After his arrest, Hill also gave a statement to police, likewise giving his account of the events. He stated that Bulls came to him to solicit his help in robbing Johnson. Bulls proposed a plan, under which he expected Hill to stand outside and "[w]ait for [Bulls] to let [him] inside the house [to] take ... items from the house." Hill initially agreed to do so. As Hill and Bulls were walking toward Johnson's house, Matthews met the two of them and then subsequently left. Bulls told Hill that Matthews was leaving to get a gun because "it would be easier for him to rob" Johnson. Matthews returned, but was not visibly carrying a weapon. Upon reaching Johnson's house, Hill followed Bulls and Matthews up the driveway, went behind the house, and listened while Bulls and Matthews stood at the back door. Hill stated that, at this time, he "didn't have [his] mind made up" whether he was going to enter the house. Bulls knocked on the door, and had a brief conversation with the

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resident, presumably Johnson. At this time, Hill decided to abandon the plot and left. He said he heard a shot as he was walking away.

Subsequently, neighbors apparently saw some men running from the house, and described a person who resembled Hill. The Flint police stopped and questioned Hill later that night, but initially determined he was not involved and released him.

In 1997, Hill and Bulls were tried together in Genessee County, Michigan, Circuit Court.1 During the trial, neither defendant testified. However, both Hill's and Bulls' statements were entered into evidence. Hill was convicted of second-degree murder under Mich. Comp. Laws § 750.317; and assault with intent to rob while armed under Mich. Comp. Laws § 750.89. Hill received a sentence of life imprisonment for the murder charge, and fifteen to thirty years' imprisonment for the assault charge. He appealed to the Michigan Court of Appeals, claiming, inter alia, that this Sixth Amendment Confrontation Clause rights were violated by the introduction of Bulls' statements. On September 25, 1998, the court affirmed Hill's convictions and sentence. People v. Bulls, Nos. 202149 & 202849, 1998 WL 1989786 (Mich.App. Sept. 25, 1998) (per curiam) ("State Appeal"). The Michigan Supreme Court denied Hill's application for leave to appeal on June 29, 1999. People v. Bulls, 460 Mich. 864, 598 N.W.2d 341 (1999).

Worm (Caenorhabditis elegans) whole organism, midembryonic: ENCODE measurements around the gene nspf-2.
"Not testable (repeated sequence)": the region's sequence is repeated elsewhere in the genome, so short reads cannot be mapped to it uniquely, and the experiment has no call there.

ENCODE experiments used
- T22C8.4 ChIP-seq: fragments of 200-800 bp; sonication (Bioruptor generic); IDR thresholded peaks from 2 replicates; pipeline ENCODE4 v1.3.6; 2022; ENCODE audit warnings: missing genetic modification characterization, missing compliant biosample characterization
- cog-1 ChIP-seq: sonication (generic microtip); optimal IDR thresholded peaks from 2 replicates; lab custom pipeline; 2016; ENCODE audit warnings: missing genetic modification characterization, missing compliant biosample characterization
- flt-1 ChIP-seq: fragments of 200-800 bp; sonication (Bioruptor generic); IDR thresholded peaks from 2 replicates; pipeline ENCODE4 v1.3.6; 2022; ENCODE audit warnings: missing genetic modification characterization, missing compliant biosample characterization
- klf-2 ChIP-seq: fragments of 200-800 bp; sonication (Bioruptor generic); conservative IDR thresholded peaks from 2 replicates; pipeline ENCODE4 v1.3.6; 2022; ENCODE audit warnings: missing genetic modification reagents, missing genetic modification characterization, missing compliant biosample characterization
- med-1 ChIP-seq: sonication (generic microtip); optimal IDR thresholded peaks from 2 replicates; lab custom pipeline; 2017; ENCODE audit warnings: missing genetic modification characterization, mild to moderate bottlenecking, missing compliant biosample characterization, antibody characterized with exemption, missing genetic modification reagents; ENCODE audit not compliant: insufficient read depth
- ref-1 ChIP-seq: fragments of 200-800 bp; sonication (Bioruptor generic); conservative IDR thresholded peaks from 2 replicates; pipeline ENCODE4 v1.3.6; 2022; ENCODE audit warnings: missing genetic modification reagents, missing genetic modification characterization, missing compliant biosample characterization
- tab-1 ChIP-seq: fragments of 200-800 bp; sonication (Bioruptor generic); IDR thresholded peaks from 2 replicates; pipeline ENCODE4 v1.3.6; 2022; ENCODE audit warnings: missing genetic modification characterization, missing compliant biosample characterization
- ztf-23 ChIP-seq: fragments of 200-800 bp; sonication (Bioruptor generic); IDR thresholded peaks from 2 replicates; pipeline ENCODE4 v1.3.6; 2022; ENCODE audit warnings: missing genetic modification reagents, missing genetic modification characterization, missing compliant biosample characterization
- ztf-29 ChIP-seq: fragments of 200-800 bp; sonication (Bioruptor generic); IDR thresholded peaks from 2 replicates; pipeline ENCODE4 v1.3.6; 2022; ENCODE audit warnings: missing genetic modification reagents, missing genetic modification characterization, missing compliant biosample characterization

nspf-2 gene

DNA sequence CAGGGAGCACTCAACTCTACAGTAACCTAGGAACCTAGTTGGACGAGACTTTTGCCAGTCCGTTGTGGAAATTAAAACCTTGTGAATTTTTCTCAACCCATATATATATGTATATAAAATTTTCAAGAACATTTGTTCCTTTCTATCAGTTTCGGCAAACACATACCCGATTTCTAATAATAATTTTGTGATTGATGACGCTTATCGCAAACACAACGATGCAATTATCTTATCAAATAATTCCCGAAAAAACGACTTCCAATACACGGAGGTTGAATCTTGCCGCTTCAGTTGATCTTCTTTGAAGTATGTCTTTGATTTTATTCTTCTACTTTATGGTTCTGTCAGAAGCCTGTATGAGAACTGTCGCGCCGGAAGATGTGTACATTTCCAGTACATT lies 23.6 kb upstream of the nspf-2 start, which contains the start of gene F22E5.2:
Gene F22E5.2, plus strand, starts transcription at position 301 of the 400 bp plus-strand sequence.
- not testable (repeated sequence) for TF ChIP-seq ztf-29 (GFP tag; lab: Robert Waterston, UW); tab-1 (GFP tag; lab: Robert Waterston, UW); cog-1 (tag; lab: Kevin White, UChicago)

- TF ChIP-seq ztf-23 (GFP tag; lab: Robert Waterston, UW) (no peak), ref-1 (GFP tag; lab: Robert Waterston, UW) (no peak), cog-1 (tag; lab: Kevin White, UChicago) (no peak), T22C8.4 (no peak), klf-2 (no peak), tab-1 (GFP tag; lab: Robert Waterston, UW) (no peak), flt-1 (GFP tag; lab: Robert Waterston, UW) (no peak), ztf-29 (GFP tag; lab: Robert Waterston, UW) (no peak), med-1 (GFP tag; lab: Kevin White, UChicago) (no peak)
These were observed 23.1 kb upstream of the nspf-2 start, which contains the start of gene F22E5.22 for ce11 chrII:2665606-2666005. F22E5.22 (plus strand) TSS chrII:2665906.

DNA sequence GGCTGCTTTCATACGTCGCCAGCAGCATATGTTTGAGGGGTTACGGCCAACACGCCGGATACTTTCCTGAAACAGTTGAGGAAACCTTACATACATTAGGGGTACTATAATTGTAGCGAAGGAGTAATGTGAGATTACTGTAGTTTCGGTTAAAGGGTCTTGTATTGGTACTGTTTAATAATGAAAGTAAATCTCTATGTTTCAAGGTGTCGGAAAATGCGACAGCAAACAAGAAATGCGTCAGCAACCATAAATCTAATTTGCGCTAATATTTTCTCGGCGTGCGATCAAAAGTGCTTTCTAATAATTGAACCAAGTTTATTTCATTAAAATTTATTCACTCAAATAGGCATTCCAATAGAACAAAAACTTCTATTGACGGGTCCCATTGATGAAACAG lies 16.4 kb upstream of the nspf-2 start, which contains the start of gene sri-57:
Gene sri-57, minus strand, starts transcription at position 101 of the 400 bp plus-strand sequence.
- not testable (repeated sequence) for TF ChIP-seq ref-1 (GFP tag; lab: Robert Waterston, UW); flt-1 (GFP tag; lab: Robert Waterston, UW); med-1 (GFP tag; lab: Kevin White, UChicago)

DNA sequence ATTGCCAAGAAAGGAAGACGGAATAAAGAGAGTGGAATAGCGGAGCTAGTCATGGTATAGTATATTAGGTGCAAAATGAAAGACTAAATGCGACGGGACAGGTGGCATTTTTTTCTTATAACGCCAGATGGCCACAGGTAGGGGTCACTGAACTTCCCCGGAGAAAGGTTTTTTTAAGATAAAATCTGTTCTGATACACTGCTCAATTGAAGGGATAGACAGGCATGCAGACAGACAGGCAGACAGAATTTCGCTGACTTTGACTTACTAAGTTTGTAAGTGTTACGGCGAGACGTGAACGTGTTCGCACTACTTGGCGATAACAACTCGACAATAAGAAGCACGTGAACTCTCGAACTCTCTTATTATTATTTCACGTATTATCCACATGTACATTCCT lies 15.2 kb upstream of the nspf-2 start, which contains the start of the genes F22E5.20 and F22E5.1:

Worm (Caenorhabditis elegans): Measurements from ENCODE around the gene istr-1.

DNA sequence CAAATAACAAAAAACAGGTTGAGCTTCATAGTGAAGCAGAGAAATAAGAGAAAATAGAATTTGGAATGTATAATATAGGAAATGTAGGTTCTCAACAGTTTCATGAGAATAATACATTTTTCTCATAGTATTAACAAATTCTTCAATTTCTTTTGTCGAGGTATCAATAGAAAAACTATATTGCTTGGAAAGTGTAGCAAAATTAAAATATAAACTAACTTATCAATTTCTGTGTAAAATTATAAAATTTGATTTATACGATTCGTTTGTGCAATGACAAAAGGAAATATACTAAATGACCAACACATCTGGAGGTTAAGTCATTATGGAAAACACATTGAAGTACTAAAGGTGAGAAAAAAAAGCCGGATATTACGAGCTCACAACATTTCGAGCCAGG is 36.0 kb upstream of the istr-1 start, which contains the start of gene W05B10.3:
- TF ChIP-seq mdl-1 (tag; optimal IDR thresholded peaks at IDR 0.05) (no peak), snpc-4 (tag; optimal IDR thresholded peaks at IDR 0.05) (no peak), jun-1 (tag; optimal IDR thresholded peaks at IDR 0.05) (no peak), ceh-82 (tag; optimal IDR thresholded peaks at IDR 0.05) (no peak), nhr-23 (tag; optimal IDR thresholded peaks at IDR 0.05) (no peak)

Pursuant to 28 U.S.C. § 2254, Hill filed a petition for a writ of habeas corpus with the district court. The court conditionally granted the petition on November 1, 2001. Hill v. Hofbauer, 195 F.Supp.2d 871 (E.D.Mich.2001) ("Hill I"). On November 27, 2001, the State filed a notice of appeal with this Court. This appeal is timely under Fed. R. App. P. 4(b)(1)(B).

Bulls was also found guilty at his joint trial with Hill. In his case, the Michigan Court of Appeals had ruled that the introduction of Hill's statement was a violation of Bulls' Sixth Amendment rights. State Appeal, 1998 WL 1989786, at *2. The Michigan court found that Hill's statement did not fit into the hearsay exception for statements against the declarant's penal interest because Hill, in his statement, had shifted most of the blame to Bulls. Id. at *2. However, the court found the error harmless because Bulls had admitted that he knew Matthews was carrying a shotgun, and the jury could therefore infer Bulls' malice from his own statement. Id. Bulls filed a habeas petition and challenged the harmless error ruling in the district court below. The district court found the error not harmless and granted the writ. Bulls v. Jones, 86 F.Supp.2d 746, 754 (E.D.Mich.2000). We affirmed, finding the error not harmless because the admission of Hill's statement tended to show that Bulls knew there "was a high likelihood that Matthews would kill Johnson," more so than did Bulls' own statement. Bulls v. Jones, 274 F.3d 329, 336 (6th Cir.2001).


We review a district court's legal conclusions in a habeas proceeding de novo, and its factual findings for clear error. Vincent v. Seabold, 226 F.3d 681, 684 (6th Cir.2000).

Because Hill filed his petition in November 2001, his case is governed by 28 U.S.C.

Page 711

§ 2254(d), as amended by the AEDPA of 1996. See Vincent, 226 F.3d at 684; see also Lindh v. Murphy, 521 U.S. 320, 326, 117 S.Ct. 2059, 138 L.Ed.2d 481 (1997). Section 2254(d), as amended, provides that a petition for writ of habeas corpus shall fail before the district court unless the state trial court's decision:

(1) resulted in a decision that was contrary to, or involved an unreasonable application of, clearly established Federal law, as determined by the Supreme Court of the United States; or

(2) resulted in a decision that was based upon an unreasonable determination of the facts in light of the evidence presented in the State court proceeding.

In Williams v. Taylor, 529 U.S. 362, 120 S.Ct. 1495, ...